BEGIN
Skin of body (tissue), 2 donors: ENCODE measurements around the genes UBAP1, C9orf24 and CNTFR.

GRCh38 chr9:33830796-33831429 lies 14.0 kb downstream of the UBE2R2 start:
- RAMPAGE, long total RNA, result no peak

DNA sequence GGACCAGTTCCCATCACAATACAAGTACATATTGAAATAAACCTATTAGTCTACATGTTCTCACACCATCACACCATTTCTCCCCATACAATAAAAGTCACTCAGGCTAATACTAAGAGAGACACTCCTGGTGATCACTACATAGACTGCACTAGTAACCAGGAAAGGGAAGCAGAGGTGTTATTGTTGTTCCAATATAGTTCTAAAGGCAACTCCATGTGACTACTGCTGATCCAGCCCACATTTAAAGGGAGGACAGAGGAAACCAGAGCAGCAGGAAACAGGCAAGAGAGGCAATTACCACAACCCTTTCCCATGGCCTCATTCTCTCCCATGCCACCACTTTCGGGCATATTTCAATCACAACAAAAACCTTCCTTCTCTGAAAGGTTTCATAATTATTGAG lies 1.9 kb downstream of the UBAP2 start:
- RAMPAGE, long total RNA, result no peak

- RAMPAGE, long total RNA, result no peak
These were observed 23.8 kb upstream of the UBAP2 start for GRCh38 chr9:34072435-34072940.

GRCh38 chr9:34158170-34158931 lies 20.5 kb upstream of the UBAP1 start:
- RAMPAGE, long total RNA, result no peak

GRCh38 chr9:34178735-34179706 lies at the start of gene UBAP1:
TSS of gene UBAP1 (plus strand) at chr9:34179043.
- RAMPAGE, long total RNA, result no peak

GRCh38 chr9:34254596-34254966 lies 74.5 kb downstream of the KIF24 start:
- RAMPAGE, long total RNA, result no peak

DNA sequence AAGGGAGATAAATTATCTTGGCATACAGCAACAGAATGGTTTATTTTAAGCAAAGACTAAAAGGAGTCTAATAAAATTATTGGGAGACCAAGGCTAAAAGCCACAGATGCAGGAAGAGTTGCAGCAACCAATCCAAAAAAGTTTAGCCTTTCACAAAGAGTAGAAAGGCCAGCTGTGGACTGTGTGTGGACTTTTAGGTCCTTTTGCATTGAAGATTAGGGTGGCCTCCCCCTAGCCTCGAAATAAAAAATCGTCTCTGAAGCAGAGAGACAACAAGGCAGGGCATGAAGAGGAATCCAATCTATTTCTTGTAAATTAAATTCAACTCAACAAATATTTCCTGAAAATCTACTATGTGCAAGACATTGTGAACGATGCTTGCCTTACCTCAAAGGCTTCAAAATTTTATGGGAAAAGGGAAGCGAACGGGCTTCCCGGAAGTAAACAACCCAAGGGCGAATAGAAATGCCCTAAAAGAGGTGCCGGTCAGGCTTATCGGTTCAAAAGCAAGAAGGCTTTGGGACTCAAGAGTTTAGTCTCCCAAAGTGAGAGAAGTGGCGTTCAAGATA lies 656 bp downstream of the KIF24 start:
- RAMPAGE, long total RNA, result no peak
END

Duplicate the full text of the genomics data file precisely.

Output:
Skin of body (tissue), 2 donors: ENCODE measurements around the genes UBAP1, C9orf24 and CNTFR.

GRCh38 chr9:33830796-33831429 lies 14.0 kb downstream of the UBE2R2 start:
- RAMPAGE, long total RNA, result no peak

DNA sequence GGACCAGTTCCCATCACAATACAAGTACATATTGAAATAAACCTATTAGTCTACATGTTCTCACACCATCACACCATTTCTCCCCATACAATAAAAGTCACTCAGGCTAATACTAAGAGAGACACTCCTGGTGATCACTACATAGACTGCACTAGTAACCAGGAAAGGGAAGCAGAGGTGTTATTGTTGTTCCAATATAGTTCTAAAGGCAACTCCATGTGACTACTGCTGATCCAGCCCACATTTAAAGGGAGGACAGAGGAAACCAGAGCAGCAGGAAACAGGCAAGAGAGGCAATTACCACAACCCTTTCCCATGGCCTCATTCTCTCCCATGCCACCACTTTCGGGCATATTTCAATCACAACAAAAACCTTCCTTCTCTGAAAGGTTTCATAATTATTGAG lies 1.9 kb downstream of the UBAP2 start:
- RAMPAGE, long total RNA, result no peak

- RAMPAGE, long total RNA, result no peak
These were observed 23.8 kb upstream of the UBAP2 start for GRCh38 chr9:34072435-34072940.

GRCh38 chr9:34158170-34158931 lies 20.5 kb upstream of the UBAP1 start:
- RAMPAGE, long total RNA, result no peak

GRCh38 chr9:34178735-34179706 lies at the start of gene UBAP1:
TSS of gene UBAP1 (plus strand) at chr9:34179043.
- RAMPAGE, long total RNA, result no peak

GRCh38 chr9:34254596-34254966 lies 74.5 kb downstream of the KIF24 start:
- RAMPAGE, long total RNA, result no peak

DNA sequence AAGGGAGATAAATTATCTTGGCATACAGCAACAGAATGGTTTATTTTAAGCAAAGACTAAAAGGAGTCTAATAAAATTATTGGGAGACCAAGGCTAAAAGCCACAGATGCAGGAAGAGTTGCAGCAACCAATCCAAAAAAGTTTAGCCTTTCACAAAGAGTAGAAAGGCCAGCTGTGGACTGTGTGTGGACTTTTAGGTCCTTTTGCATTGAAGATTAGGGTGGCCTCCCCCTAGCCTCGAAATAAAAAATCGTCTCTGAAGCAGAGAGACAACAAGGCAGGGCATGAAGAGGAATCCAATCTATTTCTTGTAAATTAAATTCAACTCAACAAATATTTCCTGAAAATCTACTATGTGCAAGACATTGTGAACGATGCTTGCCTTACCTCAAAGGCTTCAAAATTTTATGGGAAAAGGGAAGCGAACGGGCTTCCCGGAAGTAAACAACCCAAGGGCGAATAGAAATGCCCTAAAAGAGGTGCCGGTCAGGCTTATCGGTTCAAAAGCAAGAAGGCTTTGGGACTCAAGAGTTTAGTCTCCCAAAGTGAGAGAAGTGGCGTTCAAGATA lies 656 bp downstream of the KIF24 start:
- RAMPAGE, long total RNA, result no peak